There is no denying that duct tape leads the tape industry when it comes to strength, durability, and versatility in terms of its applications. It is the most-preferred all-purpose repair tape, and it is common to find in the toolboxes of repair technicians, DIY enthusiasts, and cautious homeowners. This tape can be extremely handy during certain situations. However, the fact that these tapes are robust and are known to yield very good results doesn’t mean that they are always flawless.

There are instances when using them may not always lead to the desired results, and it is vital to be able to understand and anticipate these situations so that you can make a sound judgment regarding when to use them and when an alternative may be more suitable. Below is a brief look at some of the problematic situations you may encounter with these tapes.

Wet surfaces

Duct tapes are water-resistant, and they will always be featured in any given plumber’s toolbox. They are very effective in dealing with emergency water leak repairs. However, this is the extent to which their effectiveness ends – emergency repairs. This simply means that they are not meant for long-term use. They are not a permanent solution to water leaks because the more they stay submerged, the easier the adhesion will peel off, causing the leak to extend itself. Therefore, if you have to use these tapes to stop water leaks, ensure that they are for the short term, and that you find a permanent solution as soon as possible.

Hot surfaces

Duct tape can withstand pretty high temperatures, but when the heat heads north of 1400F, they can become quite problematic, and you can no longer rely on their effectiveness. With such high temperatures, the tapes’ adhesive will start to soften, hence, causing it to lose its strength and ultimately, it will slip off from the attachment. As such, if you have to use these tapes on hot surfaces, just know that they are likely to let you down, and if you can afford it, it is highly recommended that you opt for tape types specifically designed for hot surfaces.

Very cold surfaces

One may think that if duct tapes can’t stick to hot surfaces, then they will have no problem adhering to cold surfaces. Well, this is not entirely true. These tapes offer extremely poor performance on very cold surfaces. With extremely cold surfaces, the adhesive will harden, and sometimes solidify, taking away the tape’s sticking power. It may hold on for a while, but when the cold takes its toll on the tape, it will lose its adhesive power and simply slip off of the attachment.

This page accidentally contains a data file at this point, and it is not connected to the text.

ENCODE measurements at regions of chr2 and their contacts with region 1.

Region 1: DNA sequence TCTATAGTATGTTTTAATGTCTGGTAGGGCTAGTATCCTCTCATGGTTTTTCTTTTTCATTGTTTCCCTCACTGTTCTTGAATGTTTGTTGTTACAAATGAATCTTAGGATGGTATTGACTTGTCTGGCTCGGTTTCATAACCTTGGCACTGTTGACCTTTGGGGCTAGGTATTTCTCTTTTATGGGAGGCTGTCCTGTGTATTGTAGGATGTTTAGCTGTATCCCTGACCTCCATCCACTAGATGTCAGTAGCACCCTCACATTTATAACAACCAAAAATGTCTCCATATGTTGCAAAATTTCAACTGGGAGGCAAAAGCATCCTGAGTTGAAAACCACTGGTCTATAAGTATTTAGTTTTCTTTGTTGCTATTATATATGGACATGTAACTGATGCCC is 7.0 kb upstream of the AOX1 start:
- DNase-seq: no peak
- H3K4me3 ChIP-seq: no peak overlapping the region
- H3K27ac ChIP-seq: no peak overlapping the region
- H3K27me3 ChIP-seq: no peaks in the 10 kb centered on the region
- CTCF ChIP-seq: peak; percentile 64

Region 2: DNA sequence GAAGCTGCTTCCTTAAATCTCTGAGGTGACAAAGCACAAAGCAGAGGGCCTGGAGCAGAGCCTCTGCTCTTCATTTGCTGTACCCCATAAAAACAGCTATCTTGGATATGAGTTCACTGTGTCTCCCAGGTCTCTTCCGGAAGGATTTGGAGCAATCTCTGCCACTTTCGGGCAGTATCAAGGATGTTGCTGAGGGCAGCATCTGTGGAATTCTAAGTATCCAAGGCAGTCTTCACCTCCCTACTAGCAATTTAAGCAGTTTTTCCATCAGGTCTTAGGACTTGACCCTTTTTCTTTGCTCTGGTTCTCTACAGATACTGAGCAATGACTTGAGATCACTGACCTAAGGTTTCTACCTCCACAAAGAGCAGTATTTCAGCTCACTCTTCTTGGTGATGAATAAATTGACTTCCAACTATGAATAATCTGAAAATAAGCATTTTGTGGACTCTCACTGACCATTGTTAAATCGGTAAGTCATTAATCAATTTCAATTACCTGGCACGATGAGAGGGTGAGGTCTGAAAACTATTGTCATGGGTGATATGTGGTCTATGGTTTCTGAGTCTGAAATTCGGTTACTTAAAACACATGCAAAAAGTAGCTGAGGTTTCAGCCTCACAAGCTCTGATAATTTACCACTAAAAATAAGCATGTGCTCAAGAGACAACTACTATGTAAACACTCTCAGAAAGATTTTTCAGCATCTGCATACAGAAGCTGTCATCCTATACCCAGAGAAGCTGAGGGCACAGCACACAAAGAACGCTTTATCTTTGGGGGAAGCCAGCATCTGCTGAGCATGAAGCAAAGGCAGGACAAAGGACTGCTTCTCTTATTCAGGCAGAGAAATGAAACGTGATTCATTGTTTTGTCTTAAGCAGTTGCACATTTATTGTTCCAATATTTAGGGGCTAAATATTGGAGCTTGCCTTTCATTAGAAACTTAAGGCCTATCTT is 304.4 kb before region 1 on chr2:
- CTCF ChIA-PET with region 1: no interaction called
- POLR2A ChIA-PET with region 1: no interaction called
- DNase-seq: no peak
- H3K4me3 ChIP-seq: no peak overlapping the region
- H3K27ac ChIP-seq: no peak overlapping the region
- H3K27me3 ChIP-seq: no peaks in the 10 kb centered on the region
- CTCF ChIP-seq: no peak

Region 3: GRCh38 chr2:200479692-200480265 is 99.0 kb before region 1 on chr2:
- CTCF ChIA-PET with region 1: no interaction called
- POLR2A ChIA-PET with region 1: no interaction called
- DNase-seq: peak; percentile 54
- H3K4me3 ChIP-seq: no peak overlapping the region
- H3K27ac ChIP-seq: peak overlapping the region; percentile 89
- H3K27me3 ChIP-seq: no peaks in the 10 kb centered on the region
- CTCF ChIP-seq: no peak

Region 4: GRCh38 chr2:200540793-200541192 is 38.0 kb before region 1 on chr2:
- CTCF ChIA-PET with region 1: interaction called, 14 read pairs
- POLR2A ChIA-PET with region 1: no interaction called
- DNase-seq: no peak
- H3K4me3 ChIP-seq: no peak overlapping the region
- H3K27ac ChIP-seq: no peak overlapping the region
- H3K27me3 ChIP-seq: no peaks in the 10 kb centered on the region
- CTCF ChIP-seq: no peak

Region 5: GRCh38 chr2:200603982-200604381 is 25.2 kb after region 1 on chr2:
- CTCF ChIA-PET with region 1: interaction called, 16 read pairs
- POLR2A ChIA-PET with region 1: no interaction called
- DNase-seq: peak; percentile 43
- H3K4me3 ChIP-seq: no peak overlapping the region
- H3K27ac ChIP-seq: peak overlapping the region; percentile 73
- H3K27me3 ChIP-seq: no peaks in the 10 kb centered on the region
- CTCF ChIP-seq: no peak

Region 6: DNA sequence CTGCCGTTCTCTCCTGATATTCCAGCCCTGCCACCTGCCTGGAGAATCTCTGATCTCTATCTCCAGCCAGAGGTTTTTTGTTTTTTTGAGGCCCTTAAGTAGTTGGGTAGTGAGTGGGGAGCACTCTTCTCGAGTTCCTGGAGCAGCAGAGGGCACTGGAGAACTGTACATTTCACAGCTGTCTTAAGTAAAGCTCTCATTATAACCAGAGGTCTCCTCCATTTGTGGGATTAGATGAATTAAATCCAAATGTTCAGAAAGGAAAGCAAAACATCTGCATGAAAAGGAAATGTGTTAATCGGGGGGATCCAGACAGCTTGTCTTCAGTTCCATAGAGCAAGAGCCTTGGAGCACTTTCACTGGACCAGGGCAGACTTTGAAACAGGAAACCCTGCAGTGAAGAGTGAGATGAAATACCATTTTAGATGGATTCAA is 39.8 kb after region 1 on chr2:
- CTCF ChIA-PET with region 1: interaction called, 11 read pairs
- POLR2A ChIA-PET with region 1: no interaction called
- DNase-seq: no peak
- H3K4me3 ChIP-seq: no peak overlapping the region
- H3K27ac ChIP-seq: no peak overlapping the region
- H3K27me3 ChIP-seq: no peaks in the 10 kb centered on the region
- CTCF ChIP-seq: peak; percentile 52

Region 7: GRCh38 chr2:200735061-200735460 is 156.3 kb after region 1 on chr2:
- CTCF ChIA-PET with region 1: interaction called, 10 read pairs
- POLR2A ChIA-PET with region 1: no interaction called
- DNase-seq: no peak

Surfaces with prolonged exposure to UV lights

If you were to use the tape on a surface exposed to UV lights, it may be effective for a short while, but with continued exposure, it will lose its adhesiveness and fall off. This is because the UV rays disintegrate the bonds on the adhesive over time. Such effects also apply regarding use of adhesives in places where they are exposed to direct sunlight, since the sun is a huge source of UV light. However, you can still use such tape under UV exposure, but only if you choose the ones that have been specifically treated for UV protection.

Uneven surfaces

Uneven surfaces are not only problematic for duct tape, but all types of tapes, irrespective of the tape’s strength. This is because tape doesn’t stick to rough surfaces so easily. Tapes are made of thin adhesive layers and when the surfaces are not even, they don’t get to make good contact with the surfaces. The adhesive will only get attached to the high points, leaving the low points within the surface with no contact at all. As such, there will be a weaker bond, and though the adhesion on the higher points of the uneven surface may last longer, the overall strength of the bond between the surface and the tape will be generally weak.

Dirty surfaces

To get maximum adhesion with duct tapes, the surface for its application must be clean, and free from dirt, dust and any oils. Dirt surfaces may sometimes behave like uneven surfaces. For example, if you have dust on the surface, there will be high points and low points, making the surface uneven. If the surface is wet with water or oil, the fluids will form a barrier between the adhesive and the surfaces, hence, hindering proper bonding. This is why before you apply the tape, you have to ensure that the surface is clean and very dry.

Surfaces with low surface energy

Certain materials have low surface energy, and as such, they are not very good candidates for duct tape use. Such surfaces are known to prevent the adhesive from spreading out so that a stronger bond may be created. One good example of such a surface is Teflon. With such, you should be very careful about using this tape, since getting a strong bond is highly unlikely.

Painted surfaces

Duct tapes should also never be applied to a painted surface.